It was a beautiful sunny day when my dad and I joined the al-Agha annual family celebration that has been a tradition for more than 25 years. Dr. Ihsan AlAgha, a very respected member of our community, invited family members living in Khan Yunis to meet in the Diwan, an office inside the Qalaat Barquq Castle, where our mukhtar, the head of our family, officially welcomes visitors. This impressive structure is an Islamic fort built during the reign of the Mamluk Burji Sultan Barquq in 1387 AD. It is one of Palestine’s most famous monuments.
The event was sponsored by the elders of our family and Dr. AlAgha, who helped to found the Islamic University of Gaza, where he was appointed dean of the College of Education and later dean of Graduate Studies. He also worked in the teaching profession in Kuwait. As an elder of the town of Khan Yunis, he wrote the first historical record documenting the 1956 massacre that happened there.
The first gathering, in the mid-1970s, had included family members living across the Palestinian occupied territories. The result of this gathering was the formation of a fund to help students with their fees and to honor distinguished students who have completed their doctoral, master’s or bachelor’s degrees as well as exemplary primary and secondary students. This initiative also recognizes the keepers of the Qur’an, sons and daughters of the family who have memorized Islam’s holy book. The elders wanted to communicate in the spirit of love in order to have a positive exchange of ideas. This was how they hoped to overcome the difficulties that have plagued Palestinian society as a result of the Israeli occupation.
Nowadays, due to the Israeli siege, only family members living inside Gaza are able to be included. The annual celebration takes weeks of preparation and requires a committee of professional family members. I remember contributing to this celebration when I was a fourteen-year-old child because I was being honored for receiving excellent grades in school. It was great. I got to know many people in my family. I even met our mukhtar. He showed great respect for us. He told me that one day I would become an important influence in our community. He smiled as he spoke to me. As a fourteen-year-old, it was glorious to have our mukhtar tell me this in front of family members. There were more than 500 people in the hall.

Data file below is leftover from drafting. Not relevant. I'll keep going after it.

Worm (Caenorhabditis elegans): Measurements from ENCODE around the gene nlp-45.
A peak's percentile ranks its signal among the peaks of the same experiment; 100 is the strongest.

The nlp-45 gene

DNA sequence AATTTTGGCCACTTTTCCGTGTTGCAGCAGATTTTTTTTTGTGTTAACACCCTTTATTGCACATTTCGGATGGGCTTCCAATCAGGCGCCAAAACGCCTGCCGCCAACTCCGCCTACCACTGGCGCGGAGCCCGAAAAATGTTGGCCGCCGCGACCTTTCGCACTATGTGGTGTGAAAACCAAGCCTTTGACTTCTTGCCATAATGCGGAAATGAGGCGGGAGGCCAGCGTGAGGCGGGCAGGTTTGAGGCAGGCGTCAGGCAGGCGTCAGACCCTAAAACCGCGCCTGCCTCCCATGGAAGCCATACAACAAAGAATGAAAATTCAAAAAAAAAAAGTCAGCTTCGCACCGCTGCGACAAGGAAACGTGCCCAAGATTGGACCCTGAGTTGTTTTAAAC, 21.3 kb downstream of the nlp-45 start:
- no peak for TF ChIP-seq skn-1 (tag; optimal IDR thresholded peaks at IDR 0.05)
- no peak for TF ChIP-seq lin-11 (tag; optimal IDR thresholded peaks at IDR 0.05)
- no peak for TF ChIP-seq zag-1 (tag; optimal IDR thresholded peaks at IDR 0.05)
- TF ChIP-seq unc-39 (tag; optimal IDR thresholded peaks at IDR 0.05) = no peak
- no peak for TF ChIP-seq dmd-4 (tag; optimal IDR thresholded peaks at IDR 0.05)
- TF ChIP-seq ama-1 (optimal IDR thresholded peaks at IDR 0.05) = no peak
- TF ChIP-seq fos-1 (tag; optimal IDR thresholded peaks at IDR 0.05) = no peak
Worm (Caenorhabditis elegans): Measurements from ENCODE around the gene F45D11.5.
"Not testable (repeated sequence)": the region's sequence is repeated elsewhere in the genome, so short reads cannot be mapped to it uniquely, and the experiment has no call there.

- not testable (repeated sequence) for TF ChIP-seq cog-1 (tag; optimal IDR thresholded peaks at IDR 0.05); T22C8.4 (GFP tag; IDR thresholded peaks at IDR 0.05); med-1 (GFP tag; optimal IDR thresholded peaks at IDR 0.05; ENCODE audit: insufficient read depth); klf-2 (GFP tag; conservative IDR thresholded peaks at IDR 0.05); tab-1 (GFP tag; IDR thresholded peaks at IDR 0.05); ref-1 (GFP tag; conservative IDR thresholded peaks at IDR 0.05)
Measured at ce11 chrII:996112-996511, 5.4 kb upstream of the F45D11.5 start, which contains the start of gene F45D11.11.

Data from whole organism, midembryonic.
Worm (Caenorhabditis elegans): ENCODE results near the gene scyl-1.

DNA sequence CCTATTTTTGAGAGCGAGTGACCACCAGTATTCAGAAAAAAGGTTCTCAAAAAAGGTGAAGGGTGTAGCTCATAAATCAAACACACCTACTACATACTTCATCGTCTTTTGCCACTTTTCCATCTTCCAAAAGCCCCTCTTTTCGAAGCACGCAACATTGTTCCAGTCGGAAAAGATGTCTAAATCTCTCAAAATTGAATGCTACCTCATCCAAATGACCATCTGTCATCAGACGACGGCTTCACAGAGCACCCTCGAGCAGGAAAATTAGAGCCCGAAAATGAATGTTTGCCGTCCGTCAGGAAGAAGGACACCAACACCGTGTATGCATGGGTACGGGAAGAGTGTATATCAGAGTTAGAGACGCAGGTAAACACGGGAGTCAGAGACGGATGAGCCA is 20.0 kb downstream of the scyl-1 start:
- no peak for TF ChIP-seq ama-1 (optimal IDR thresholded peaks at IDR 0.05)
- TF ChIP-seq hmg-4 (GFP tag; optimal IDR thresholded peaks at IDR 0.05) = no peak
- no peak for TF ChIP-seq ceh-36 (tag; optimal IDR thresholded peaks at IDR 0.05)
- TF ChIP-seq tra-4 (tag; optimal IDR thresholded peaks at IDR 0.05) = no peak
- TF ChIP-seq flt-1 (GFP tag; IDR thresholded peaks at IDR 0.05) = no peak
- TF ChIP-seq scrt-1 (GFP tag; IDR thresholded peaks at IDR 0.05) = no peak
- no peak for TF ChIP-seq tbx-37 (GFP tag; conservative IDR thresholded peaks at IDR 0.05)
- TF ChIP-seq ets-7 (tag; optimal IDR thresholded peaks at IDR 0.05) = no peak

After that night, I started to think about my future career and began to ask my parents a lot of questions. It might have been boring for them. It was premature for me, as a fourteen-year-old, to ask questions about everything connected to a future career.
One time I joined my father at a public lecture and discussion. The lecture was about energy systems and their influence on local and global decisions. The speaker explained how the economy affected action on climate change. At the end of the lecture, I told my father, “That’s what I want to study for my undergraduate degree.”
I began to research this topic, but none of the local universities had the major I wanted, so I started a global search. I found two universities. I was happy because I found out where I could study, but not sure I would be able to travel which is difficult — almost impossible if you are living in Gaza. You take your chances when following your dream. Most students who study abroad are unable to arrive on time, at the beginning of the semester. It is a high-risk journey with no guarantees.
When I was eighteen, I discovered that Al Azhar University in Gaza had a renewable energy engineering program. I was really happy and knew this would be my choice. I started studying that year. Now I’m a fourth-year renewable energy engineering student at Al Azhar University. I represent my country and family in local and international conferences and workshops. I also work and volunteer in my community, something I will write about in the future. I want everyone to remember — even if you are only one person, you are strong enough to make difference.